The Victorians called it “the little death,” and with good reason. He lay so limp and heavy that I would have thought him dead, if not for the slow thump of his heart against my ribs. It seemed a long time before he stirred and mumbled something against my shoulder.

“What did you say?”

He turned his head so his mouth was just below my ear. I felt warm breath on my neck. “I said,” he answered softly, “my hand doesna hurt at all just now.”

The good hand gently explored my face, smoothing away the wetness on my cheeks.

“Were ye afraid for me?” he asked.

“Yes,” I said. “I thought it was too soon.”

He laughed softly in the dark. “It was; I almost killed myself. Aye, I was afraid too. But I woke with my hand painin’ me and couldna go back to sleep. I was tossing about, feeling lonely for ye. The more I thought about ye, the more I wanted ye, and I was halfway down the corridor before I thought to worry about what I was going to do when I got here. And once I thought…” He paused, stroking my cheek. “Well, I’m no verra good, Sassenach, but I’m maybe not a coward, after all.”

I turned my head to meet his kiss. His stomach rumbled loudly.

“Don’t laugh, you,” he grumbled. “It’s your fault, starving me. It’s a wonder I could manage at all, on nothing but beef broth and ale.”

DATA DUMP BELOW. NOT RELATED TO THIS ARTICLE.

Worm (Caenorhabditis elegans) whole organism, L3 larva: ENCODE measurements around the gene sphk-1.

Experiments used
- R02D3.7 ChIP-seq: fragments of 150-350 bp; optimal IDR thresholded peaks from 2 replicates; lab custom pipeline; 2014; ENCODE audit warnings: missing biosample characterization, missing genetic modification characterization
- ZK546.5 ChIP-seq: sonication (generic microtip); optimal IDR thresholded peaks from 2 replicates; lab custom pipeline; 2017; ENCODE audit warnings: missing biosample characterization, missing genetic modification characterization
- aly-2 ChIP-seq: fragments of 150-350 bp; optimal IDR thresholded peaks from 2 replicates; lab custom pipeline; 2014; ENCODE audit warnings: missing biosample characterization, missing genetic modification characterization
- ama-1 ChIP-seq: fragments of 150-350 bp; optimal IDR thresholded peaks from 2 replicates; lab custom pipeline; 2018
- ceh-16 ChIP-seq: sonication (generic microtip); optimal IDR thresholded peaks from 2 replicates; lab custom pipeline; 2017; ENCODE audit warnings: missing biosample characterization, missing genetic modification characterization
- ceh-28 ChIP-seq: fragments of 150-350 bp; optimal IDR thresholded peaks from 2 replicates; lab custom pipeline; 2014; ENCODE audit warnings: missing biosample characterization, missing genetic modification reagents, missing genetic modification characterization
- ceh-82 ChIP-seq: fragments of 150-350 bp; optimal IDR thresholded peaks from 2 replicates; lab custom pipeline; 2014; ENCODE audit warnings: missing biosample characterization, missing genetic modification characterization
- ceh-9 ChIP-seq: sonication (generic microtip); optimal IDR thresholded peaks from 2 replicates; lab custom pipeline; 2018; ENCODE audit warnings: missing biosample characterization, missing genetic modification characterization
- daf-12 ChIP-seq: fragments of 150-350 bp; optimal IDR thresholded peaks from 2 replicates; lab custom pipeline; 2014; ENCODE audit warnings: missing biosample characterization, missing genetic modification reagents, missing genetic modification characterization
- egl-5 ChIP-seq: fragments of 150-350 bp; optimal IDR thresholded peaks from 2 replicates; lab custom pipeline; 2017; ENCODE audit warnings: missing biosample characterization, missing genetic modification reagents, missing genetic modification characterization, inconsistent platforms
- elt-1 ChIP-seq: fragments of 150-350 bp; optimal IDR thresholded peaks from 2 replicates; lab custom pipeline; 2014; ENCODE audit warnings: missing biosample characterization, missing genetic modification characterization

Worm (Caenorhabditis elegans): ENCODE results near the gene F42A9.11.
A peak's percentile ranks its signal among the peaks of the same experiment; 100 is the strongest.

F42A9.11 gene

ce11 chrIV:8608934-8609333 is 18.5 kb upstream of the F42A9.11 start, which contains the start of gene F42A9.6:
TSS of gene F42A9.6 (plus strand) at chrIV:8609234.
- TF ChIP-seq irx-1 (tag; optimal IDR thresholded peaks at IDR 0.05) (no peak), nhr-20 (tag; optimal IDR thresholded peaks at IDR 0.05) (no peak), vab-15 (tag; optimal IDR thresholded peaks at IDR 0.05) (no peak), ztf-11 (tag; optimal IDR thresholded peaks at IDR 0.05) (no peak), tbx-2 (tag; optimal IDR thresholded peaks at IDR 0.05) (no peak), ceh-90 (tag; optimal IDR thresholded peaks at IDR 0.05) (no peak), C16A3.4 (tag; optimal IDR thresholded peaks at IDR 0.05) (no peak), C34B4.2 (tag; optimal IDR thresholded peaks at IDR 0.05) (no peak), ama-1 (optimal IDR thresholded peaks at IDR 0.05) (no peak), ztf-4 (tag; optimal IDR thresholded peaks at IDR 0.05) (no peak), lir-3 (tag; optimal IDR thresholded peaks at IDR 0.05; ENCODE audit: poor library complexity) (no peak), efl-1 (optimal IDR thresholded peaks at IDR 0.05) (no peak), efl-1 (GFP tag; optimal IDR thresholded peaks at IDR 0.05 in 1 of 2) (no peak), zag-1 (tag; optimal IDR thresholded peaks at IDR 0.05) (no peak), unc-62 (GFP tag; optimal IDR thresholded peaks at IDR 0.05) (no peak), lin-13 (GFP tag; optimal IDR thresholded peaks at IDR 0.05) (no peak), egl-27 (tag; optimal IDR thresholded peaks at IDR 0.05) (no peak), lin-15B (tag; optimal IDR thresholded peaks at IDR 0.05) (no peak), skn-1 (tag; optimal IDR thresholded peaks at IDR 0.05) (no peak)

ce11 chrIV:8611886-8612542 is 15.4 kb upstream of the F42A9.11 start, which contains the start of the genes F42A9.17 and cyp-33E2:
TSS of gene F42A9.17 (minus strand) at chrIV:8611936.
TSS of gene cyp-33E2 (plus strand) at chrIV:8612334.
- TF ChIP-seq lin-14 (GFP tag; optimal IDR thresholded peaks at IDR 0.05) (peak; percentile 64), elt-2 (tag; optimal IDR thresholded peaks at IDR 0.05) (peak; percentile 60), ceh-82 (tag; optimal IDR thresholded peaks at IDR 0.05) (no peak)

“All right,” I said, still laughing. “You win. You can have an egg for your breakfast tomorrow.”

“Ha,” he said, in tones of deep satisfaction. “I knew ye’d feed me, if I offered ye a suitable inducement.”

We fell asleep face to face, locked in each other’s arms.

41

FROM THE WOMB OF THE EARTH

Over the next two weeks, Jamie continued to heal, and I continued to wonder. Some days I would feel that we must go to Rome, where the Pretender’s court held sway, and do…what? Other times, I wanted with all my heart only to find a safe and isolated spot, to live our lives in peace.

It was a warm, bright day, and the icicles hanging from the gargoyles’ noses dripped incessantly, leaving deep ragged pits in the snow beneath the eaves. The door of Jamie’s room had been left ajar and the window uncovered, to clear out some of the lingering vapors of smoke and illness.

I poked my head cautiously around the jamb, not wishing to wake him if he was asleep, but the narrow cot was empty. He was seated by the open window, turned half away from the door so that his face was mostly hidden.